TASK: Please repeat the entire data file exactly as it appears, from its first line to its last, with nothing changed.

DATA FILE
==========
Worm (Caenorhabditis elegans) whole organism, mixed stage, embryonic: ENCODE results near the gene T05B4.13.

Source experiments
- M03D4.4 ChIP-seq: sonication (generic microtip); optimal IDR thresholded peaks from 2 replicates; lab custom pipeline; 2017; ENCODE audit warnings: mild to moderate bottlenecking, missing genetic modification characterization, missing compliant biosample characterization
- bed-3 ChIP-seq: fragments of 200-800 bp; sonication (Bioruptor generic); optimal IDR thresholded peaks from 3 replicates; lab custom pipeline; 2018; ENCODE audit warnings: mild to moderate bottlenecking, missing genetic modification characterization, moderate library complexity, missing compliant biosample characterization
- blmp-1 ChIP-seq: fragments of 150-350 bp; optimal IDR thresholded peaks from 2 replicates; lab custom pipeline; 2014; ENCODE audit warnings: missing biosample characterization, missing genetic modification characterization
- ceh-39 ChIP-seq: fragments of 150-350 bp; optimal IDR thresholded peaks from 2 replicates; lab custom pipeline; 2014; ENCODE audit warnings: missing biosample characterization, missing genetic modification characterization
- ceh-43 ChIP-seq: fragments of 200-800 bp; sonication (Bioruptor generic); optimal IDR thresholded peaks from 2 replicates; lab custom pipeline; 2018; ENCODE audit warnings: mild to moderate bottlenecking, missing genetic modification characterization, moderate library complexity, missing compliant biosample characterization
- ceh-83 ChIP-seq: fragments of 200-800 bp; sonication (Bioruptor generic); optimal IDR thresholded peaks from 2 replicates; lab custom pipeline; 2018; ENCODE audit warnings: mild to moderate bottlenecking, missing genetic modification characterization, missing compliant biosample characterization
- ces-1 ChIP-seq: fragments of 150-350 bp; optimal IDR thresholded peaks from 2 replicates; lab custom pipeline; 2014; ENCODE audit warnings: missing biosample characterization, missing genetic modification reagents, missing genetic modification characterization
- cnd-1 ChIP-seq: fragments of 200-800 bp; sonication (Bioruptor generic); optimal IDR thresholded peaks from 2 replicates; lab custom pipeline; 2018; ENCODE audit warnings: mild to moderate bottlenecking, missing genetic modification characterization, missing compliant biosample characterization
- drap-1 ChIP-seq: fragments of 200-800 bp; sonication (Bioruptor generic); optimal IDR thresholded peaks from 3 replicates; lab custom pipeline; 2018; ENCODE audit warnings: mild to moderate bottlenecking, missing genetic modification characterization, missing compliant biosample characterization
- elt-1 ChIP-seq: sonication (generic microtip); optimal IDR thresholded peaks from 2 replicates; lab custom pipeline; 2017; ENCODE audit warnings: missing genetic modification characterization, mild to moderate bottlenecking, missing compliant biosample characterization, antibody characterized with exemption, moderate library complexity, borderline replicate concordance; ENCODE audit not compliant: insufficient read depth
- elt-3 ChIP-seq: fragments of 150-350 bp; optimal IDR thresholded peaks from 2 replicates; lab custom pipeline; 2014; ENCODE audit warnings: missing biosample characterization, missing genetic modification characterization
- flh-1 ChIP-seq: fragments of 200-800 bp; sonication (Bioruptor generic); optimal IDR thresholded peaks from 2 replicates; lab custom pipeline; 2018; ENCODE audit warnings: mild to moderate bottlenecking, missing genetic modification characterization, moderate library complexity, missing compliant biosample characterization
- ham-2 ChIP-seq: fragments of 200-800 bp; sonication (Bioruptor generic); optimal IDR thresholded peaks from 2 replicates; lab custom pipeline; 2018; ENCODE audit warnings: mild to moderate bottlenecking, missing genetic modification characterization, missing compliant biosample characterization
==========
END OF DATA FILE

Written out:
Worm (Caenorhabditis elegans) whole organism, mixed stage, embryonic: ENCODE results near the gene T05B4.13.

Source experiments
- M03D4.4 ChIP-seq: sonication (generic microtip); optimal IDR thresholded peaks from 2 replicates; lab custom pipeline; 2017; ENCODE audit warnings: mild to moderate bottlenecking, missing genetic modification characterization, missing compliant biosample characterization
- bed-3 ChIP-seq: fragments of 200-800 bp; sonication (Bioruptor generic); optimal IDR thresholded peaks from 3 replicates; lab custom pipeline; 2018; ENCODE audit warnings: mild to moderate bottlenecking, missing genetic modification characterization, moderate library complexity, missing compliant biosample characterization
- blmp-1 ChIP-seq: fragments of 150-350 bp; optimal IDR thresholded peaks from 2 replicates; lab custom pipeline; 2014; ENCODE audit warnings: missing biosample characterization, missing genetic modification characterization
- ceh-39 ChIP-seq: fragments of 150-350 bp; optimal IDR thresholded peaks from 2 replicates; lab custom pipeline; 2014; ENCODE audit warnings: missing biosample characterization, missing genetic modification characterization
- ceh-43 ChIP-seq: fragments of 200-800 bp; sonication (Bioruptor generic); optimal IDR thresholded peaks from 2 replicates; lab custom pipeline; 2018; ENCODE audit warnings: mild to moderate bottlenecking, missing genetic modification characterization, moderate library complexity, missing compliant biosample characterization
- ceh-83 ChIP-seq: fragments of 200-800 bp; sonication (Bioruptor generic); optimal IDR thresholded peaks from 2 replicates; lab custom pipeline; 2018; ENCODE audit warnings: mild to moderate bottlenecking, missing genetic modification characterization, missing compliant biosample characterization
- ces-1 ChIP-seq: fragments of 150-350 bp; optimal IDR thresholded peaks from 2 replicates; lab custom pipeline; 2014; ENCODE audit warnings: missing biosample characterization, missing genetic modification reagents, missing genetic modification characterization
- cnd-1 ChIP-seq: fragments of 200-800 bp; sonication (Bioruptor generic); optimal IDR thresholded peaks from 2 replicates; lab custom pipeline; 2018; ENCODE audit warnings: mild to moderate bottlenecking, missing genetic modification characterization, missing compliant biosample characterization
- drap-1 ChIP-seq: fragments of 200-800 bp; sonication (Bioruptor generic); optimal IDR thresholded peaks from 3 replicates; lab custom pipeline; 2018; ENCODE audit warnings: mild to moderate bottlenecking, missing genetic modification characterization, missing compliant biosample characterization
- elt-1 ChIP-seq: sonication (generic microtip); optimal IDR thresholded peaks from 2 replicates; lab custom pipeline; 2017; ENCODE audit warnings: missing genetic modification characterization, mild to moderate bottlenecking, missing compliant biosample characterization, antibody characterized with exemption, moderate library complexity, borderline replicate concordance; ENCODE audit not compliant: insufficient read depth
- elt-3 ChIP-seq: fragments of 150-350 bp; optimal IDR thresholded peaks from 2 replicates; lab custom pipeline; 2014; ENCODE audit warnings: missing biosample characterization, missing genetic modification characterization
- flh-1 ChIP-seq: fragments of 200-800 bp; sonication (Bioruptor generic); optimal IDR thresholded peaks from 2 replicates; lab custom pipeline; 2018; ENCODE audit warnings: mild to moderate bottlenecking, missing genetic modification characterization, moderate library complexity, missing compliant biosample characterization
- ham-2 ChIP-seq: fragments of 200-800 bp; sonication (Bioruptor generic); optimal IDR thresholded peaks from 2 replicates; lab custom pipeline; 2018; ENCODE audit warnings: mild to moderate bottlenecking, missing genetic modification characterization, missing compliant biosample characterization